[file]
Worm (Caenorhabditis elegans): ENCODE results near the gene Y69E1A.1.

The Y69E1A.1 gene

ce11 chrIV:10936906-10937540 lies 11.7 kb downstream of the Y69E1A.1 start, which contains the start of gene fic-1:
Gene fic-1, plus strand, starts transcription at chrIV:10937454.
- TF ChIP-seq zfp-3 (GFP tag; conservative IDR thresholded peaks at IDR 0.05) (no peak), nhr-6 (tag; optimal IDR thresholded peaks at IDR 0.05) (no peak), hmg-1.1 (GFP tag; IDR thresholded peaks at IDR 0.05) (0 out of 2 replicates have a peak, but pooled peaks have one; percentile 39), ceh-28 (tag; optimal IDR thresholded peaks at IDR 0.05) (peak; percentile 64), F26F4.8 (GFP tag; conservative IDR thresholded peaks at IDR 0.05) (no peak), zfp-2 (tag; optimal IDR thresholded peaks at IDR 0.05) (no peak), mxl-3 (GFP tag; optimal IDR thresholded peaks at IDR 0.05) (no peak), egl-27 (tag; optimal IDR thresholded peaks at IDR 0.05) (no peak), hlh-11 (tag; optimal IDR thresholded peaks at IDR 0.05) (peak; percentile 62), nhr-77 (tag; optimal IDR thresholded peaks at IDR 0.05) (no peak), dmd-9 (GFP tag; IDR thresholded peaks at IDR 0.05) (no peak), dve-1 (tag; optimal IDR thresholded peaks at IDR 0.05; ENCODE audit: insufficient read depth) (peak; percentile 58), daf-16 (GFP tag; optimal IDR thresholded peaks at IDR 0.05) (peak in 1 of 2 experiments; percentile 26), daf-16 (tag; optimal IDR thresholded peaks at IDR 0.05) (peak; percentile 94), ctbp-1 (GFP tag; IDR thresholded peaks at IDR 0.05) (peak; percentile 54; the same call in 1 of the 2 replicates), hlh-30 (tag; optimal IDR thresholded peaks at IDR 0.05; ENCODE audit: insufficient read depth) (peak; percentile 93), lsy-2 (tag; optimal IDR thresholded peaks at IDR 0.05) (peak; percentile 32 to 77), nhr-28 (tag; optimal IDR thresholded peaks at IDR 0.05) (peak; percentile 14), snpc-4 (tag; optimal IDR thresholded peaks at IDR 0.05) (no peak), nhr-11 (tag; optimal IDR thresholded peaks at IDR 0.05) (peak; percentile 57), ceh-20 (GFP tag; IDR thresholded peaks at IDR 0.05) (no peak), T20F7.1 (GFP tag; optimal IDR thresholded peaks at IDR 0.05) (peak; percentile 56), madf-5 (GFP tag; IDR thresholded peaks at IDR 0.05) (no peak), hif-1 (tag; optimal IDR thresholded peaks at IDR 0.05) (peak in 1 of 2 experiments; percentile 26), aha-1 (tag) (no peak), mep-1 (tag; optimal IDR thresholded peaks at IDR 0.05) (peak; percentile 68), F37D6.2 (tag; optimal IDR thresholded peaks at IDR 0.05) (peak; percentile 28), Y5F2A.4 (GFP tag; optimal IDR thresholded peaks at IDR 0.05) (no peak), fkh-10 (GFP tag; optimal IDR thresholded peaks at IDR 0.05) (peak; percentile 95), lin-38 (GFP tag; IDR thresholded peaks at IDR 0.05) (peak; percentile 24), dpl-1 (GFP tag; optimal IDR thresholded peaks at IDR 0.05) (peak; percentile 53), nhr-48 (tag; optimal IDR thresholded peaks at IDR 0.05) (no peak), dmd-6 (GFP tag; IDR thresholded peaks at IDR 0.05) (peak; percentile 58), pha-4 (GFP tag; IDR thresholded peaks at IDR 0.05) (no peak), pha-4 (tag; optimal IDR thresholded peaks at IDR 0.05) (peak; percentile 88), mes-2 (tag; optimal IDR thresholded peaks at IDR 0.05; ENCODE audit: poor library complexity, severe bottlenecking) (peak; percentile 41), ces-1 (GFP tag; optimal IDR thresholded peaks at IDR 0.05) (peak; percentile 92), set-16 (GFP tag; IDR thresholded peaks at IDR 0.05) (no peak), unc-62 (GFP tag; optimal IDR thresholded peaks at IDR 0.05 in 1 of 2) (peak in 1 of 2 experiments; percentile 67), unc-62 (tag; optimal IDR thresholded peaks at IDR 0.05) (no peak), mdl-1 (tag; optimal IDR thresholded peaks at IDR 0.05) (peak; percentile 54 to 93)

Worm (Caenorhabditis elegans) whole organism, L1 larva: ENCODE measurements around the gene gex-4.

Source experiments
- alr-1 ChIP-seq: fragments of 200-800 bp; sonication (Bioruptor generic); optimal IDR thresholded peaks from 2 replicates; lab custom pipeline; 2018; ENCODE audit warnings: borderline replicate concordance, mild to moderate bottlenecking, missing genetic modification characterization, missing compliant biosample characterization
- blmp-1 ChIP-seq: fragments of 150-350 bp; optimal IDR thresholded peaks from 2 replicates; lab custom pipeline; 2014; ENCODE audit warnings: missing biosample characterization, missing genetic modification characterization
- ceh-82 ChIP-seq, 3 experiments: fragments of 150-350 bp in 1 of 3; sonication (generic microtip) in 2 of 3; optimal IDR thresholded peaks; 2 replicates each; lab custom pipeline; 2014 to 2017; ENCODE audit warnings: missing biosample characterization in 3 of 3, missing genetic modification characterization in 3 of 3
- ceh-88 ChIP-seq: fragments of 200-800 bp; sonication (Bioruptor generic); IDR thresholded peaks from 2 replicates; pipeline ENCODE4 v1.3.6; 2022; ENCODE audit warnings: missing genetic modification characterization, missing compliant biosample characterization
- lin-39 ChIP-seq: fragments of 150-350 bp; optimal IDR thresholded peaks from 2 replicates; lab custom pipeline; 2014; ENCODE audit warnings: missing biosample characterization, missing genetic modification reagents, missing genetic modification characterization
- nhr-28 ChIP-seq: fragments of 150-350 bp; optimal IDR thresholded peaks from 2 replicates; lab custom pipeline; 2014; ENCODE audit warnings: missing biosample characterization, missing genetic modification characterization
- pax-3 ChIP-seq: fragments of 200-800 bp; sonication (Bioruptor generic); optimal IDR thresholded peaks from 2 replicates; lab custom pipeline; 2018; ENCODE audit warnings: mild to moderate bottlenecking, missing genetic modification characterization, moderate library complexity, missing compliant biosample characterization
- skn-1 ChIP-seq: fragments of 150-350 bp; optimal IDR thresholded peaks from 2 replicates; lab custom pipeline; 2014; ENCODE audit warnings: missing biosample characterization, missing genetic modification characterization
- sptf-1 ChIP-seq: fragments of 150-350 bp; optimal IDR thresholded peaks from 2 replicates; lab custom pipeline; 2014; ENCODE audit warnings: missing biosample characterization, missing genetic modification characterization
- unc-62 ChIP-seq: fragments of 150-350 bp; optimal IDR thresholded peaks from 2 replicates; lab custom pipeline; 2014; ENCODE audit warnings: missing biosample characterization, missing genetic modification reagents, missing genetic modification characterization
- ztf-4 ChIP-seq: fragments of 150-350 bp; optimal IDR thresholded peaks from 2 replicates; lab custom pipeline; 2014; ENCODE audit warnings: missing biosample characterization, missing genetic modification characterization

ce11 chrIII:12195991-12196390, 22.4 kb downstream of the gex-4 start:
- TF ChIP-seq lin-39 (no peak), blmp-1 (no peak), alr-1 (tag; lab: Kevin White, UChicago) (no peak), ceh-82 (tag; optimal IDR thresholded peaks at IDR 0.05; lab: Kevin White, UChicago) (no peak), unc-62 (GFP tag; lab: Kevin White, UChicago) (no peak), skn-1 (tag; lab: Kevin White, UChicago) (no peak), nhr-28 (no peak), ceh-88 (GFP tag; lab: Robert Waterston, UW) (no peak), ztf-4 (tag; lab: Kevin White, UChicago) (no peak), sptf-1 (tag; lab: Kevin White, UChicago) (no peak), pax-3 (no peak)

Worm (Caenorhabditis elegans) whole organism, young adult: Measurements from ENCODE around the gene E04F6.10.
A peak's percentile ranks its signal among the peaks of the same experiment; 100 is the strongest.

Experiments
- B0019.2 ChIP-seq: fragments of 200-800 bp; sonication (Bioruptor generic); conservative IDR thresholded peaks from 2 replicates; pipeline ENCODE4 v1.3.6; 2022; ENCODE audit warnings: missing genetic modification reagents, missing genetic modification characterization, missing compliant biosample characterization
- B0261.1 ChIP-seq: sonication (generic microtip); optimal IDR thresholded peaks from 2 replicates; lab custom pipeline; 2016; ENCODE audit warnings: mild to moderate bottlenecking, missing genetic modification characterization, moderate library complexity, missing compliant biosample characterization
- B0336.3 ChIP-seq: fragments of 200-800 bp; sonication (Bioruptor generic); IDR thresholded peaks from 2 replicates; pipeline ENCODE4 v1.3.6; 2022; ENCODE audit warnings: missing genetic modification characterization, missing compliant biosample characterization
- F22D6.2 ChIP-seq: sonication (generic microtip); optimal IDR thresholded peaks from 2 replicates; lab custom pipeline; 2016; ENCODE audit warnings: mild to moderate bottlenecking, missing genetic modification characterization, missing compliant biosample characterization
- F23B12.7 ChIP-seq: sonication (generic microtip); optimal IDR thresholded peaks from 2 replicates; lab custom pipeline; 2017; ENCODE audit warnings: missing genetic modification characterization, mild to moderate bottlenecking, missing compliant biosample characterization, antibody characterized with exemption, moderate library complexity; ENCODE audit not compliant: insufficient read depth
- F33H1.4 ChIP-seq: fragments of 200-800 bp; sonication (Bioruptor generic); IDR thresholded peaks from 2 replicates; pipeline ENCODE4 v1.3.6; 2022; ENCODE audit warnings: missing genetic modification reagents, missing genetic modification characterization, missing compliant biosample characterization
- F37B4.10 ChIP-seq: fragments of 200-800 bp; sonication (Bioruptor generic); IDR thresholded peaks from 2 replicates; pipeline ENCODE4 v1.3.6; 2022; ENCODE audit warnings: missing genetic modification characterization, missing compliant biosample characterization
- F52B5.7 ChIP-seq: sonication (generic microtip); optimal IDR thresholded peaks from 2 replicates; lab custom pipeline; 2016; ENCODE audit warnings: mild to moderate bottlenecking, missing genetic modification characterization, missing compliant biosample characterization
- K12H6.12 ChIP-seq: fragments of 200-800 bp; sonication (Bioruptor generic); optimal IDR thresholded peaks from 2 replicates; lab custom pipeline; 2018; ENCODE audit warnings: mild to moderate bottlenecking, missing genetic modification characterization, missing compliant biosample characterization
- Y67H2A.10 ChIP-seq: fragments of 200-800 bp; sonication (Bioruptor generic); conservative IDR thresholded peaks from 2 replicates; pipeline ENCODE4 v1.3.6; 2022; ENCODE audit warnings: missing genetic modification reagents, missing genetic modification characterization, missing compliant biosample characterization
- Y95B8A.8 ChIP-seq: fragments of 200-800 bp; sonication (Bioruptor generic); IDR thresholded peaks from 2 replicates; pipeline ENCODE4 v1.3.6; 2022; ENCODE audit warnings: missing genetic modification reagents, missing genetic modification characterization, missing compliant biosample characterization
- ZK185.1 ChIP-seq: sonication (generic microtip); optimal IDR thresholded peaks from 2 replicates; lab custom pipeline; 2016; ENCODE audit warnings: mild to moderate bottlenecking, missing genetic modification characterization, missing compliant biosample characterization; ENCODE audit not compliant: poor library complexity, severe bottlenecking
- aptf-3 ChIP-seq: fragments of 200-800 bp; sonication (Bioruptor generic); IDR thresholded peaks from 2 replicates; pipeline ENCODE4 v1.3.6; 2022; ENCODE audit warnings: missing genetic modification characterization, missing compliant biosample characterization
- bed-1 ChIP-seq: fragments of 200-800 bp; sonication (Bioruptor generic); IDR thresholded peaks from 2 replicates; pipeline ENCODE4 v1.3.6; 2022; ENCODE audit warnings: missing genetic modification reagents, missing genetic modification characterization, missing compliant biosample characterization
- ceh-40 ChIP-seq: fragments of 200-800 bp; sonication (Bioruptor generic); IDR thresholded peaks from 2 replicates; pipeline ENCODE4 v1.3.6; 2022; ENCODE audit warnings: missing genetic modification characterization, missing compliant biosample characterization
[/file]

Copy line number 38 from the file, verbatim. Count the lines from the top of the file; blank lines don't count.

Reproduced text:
- ceh-40 ChIP-seq: fragments of 200-800 bp; sonication (Bioruptor generic); IDR thresholded peaks from 2 replicates; pipeline ENCODE4 v1.3.6; 2022; ENCODE audit warnings: missing genetic modification characterization, missing compliant biosample characterization